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Ford To End Australian Auto Production


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According to a report in the Wall Street Journal, Ford Motor Company intends to halt production in Australia in 2016. The move will close multiple manufacturing plants and account for about 1,200 jobs.

The move is significant, as manufacturing in Australia wasn’t exactly a new venture for the Dearborn, Michigan-based automaker. Ford had been making cars in Australia for the past 90 years, according to the report.

Why Now?

According to the Ford Motor Company’s corporate website, the automaker has three plants based in Australia – a 2 million square foot, 44-acre assembly plant opened in Broadmeadows in 1959, a 1.5 million square foot stamping plant in Geelong, which was opened in 1926, and a 250,000 square foot engine plant in Geelong, which was also opened in 1926.

As of right now, the automaker plans to close the Broadmeadows facility and one of the Geelong plants, according to the Wall Street Journal.

So what’s the reason for the scheduled halt of production operations? The Wall Street Journal states that it’s for the same reason that many other automakers are reducing operations in the nation – labor is too expensive and there’s more demand for eco-friendly vehicles from elsewhere, like Asia.

In fact, the publication estimates that Ford has lost over $580 million (U.S. currency) in manufacturing in Australia over the past six years alone.

A Sign of the Times Down Under

While Ford is making headlines with its intended cease in manufacturing down under, it’s hardly the only automaker that is having trouble with its bottom line in the country. For instance, the Wall Street Journal states that General Motors – another one of the domestic “Big Three” – intends to cut about 500 jobs, or about 12 percent of its total workforce in the nation, within the coming months.

The reason? The nation’s strong currency, which is making production difficult due to the high overseas manufacturing costs and lesser competition for exports.

In total, the WSJ estimates that the auto industry in Australia accounts for about 1 million total jobs, about half of which are involved in the production element of vehicle development.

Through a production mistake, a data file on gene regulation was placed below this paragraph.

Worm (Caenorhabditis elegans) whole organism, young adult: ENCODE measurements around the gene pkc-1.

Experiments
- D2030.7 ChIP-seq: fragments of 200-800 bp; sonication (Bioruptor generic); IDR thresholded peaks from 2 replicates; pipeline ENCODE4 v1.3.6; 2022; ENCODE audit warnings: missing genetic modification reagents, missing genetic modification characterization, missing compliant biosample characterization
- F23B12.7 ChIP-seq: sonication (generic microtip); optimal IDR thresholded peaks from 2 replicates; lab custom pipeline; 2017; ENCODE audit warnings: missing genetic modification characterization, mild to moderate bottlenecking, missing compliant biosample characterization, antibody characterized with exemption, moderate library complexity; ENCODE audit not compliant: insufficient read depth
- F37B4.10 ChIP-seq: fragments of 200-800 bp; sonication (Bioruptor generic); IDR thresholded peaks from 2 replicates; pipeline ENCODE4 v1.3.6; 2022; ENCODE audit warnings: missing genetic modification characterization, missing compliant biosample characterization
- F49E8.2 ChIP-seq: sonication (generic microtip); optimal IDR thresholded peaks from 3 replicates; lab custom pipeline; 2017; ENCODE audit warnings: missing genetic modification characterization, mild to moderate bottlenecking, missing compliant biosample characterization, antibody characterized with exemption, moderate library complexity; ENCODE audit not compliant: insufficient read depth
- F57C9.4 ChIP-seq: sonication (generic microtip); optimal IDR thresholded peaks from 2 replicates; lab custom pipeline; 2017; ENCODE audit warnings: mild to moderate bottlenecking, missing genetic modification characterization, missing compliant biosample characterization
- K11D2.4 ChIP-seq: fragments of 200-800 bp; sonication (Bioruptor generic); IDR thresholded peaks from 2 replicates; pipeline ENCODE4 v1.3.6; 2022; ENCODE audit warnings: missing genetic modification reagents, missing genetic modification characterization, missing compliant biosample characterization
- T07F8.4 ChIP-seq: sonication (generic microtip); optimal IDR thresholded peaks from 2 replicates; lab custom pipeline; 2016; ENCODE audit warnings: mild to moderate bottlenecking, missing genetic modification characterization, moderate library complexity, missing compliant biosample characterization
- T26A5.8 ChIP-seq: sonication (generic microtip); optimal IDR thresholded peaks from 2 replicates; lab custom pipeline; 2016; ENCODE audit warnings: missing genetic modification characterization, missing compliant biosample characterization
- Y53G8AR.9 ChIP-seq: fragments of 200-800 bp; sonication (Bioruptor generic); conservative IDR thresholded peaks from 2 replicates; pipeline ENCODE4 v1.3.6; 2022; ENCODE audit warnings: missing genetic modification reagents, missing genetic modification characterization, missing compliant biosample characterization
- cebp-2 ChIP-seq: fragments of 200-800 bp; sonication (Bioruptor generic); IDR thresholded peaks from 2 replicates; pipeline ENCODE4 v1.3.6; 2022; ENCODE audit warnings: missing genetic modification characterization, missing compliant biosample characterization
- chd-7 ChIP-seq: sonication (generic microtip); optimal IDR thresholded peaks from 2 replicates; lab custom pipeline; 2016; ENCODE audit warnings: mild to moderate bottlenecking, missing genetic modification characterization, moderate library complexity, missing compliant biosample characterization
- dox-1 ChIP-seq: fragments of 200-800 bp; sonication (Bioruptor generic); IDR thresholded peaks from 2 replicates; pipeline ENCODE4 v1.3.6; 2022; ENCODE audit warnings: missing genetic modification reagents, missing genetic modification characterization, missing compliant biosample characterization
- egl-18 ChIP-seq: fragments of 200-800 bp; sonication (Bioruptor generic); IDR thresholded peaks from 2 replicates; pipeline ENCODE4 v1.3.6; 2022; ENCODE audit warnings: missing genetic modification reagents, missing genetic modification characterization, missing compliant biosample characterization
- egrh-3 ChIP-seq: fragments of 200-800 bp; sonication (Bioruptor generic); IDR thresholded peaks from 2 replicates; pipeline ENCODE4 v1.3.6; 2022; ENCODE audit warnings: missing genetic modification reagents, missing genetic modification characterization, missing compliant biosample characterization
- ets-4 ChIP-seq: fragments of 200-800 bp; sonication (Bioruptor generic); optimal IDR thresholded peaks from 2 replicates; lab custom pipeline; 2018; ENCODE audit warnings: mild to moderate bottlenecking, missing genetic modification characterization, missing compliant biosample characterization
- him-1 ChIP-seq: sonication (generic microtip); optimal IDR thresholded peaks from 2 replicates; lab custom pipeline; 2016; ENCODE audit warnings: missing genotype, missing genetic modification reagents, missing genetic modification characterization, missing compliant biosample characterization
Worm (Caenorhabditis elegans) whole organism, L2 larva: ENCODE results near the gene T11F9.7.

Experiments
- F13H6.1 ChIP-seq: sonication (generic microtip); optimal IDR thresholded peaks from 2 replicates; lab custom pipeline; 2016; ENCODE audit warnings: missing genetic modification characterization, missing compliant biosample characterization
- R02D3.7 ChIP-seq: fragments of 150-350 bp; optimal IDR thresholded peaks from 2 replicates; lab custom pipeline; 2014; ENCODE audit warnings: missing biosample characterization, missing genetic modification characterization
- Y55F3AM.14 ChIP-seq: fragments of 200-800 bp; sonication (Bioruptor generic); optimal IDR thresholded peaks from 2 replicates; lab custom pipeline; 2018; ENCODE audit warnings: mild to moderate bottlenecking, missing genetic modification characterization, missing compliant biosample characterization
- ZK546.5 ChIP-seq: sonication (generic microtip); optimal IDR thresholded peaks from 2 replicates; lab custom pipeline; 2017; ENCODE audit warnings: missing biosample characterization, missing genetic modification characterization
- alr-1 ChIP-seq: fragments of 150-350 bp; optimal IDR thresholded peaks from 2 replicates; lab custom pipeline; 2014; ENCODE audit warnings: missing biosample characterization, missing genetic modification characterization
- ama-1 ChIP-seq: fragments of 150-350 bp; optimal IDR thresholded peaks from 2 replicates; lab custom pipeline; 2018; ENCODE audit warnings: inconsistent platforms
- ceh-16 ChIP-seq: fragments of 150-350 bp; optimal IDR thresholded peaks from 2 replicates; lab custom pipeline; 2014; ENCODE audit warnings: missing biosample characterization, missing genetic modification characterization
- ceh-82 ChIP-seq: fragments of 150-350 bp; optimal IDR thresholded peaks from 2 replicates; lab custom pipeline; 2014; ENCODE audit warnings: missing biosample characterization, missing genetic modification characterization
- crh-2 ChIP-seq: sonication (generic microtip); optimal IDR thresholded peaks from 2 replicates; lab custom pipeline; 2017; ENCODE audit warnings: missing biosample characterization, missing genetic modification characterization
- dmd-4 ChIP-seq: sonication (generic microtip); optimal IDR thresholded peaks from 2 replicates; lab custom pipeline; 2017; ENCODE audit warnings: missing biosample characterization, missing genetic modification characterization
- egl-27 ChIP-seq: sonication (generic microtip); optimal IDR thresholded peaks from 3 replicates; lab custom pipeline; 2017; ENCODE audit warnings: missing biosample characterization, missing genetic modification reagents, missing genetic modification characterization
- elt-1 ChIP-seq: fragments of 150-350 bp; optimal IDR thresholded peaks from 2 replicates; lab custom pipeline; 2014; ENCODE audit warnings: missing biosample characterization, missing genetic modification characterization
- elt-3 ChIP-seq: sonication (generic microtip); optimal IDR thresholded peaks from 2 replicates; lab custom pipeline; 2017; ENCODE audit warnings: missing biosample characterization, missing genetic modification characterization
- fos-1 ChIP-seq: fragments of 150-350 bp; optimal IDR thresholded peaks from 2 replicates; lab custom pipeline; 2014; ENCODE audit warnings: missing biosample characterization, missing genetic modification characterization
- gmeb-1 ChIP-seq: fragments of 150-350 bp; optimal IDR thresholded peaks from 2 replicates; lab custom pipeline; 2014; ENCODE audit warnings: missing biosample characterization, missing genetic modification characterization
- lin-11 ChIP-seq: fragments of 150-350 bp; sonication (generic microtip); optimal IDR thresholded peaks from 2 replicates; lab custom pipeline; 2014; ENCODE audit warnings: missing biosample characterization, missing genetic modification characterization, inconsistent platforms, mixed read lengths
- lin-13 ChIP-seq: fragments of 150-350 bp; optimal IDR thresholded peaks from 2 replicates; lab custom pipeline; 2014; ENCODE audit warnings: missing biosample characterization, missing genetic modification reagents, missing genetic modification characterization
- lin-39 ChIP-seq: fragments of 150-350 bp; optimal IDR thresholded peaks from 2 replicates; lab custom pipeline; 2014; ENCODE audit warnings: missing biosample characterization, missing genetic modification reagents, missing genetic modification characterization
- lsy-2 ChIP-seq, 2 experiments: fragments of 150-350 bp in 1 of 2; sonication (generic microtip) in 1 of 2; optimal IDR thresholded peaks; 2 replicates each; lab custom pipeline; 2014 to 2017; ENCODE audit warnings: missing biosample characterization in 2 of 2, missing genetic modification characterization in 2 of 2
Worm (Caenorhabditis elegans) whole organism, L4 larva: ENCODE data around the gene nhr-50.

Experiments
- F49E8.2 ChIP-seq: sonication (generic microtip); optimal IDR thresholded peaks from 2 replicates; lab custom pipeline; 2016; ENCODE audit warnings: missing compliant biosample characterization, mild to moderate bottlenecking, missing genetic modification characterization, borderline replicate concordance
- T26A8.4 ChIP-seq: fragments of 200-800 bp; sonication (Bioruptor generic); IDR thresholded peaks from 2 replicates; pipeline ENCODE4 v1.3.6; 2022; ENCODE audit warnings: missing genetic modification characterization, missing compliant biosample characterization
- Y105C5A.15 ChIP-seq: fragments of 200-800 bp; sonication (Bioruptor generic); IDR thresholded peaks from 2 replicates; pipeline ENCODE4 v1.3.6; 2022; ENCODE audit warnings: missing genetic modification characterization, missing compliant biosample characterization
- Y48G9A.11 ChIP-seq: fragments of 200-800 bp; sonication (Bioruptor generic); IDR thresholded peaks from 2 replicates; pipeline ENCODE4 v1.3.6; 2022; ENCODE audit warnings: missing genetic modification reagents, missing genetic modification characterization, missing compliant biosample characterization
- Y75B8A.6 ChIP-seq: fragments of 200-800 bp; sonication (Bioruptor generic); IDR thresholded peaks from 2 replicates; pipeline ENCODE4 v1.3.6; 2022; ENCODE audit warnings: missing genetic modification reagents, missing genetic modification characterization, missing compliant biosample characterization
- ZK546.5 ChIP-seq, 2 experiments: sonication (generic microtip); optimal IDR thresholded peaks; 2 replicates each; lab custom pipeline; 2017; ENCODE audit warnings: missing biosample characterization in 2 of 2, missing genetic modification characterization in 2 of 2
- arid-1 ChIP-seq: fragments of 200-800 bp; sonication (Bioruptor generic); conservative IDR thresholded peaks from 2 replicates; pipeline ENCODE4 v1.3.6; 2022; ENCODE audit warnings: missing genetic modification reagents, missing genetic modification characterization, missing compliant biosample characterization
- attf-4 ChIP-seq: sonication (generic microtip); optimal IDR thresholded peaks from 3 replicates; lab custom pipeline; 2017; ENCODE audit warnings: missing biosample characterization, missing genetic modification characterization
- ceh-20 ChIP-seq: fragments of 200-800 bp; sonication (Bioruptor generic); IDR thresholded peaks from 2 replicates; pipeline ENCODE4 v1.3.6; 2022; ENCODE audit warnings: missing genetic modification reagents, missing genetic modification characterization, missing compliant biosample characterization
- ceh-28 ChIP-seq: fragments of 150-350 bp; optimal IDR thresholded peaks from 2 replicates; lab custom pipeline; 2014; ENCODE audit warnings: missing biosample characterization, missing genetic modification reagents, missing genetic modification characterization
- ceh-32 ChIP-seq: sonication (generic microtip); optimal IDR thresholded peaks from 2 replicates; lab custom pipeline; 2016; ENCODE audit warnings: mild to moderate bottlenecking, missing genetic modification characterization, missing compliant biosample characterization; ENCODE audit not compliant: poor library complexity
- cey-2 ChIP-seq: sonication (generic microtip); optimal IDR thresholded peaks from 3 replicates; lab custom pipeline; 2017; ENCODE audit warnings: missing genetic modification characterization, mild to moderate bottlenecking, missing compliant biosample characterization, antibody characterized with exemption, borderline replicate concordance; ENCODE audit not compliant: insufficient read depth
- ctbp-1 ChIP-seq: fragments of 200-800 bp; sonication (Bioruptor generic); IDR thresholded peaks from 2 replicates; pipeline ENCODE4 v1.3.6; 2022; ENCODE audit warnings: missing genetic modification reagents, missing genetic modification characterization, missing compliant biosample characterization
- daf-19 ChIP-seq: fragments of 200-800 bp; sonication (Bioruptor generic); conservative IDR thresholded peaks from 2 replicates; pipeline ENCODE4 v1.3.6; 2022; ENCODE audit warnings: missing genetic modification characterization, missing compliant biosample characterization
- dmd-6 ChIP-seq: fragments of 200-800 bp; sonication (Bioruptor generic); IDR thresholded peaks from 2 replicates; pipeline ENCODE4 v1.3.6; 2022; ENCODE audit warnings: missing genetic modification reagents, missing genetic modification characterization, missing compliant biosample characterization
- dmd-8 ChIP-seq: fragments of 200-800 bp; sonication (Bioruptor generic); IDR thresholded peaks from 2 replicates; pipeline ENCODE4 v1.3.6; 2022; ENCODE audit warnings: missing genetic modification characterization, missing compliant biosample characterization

The news publication predicts that about 1 million vehicles are moved annually in the country and that there’s roughly 65 brands and 365 models that are competing for the Australian public’s business.

Australia Losing More Than Just Auto Jobs

Ford’s elimination of production in Australia – specifically in the 200,000 population city of Geelong, a suburb of Melbourne – may not just mean job cuts and plant shutdowns.

The WSJ implies that the impact on the city could run deeper. For instance, aside from having established itself as a significant local employer since 1926, Ford has also been involved in the community.

The news publication states that the automaker has long sponsored the Geelong Football Club, which is regularly among the best teams in Australian rules sports. With the announcement of the plant shutdown – and likely end to the sponsorship of the popular sports team by Ford – the mood in Geelong right now is probably understandably pretty bleak.

But, in spite of this unfortunate news, there may be some good news on the horizon from one of the automakers that has a strong presence in Australia – Toyota. The WSJ states that the Japanese automaker is seeing increasing demand for its Australian-made vehicles, specifically in the Middle East and in Southern Asia, which could mean investing more in Australian operations.

Despite the production shut down that’s coming in just a few years, Ford insists that it will continue to have a presence in Australia – just not one that involves putting together vehicles, the WSJ states. According to the news publication, about 1,500 will remain employed in the country, but mainly in research and development roles.

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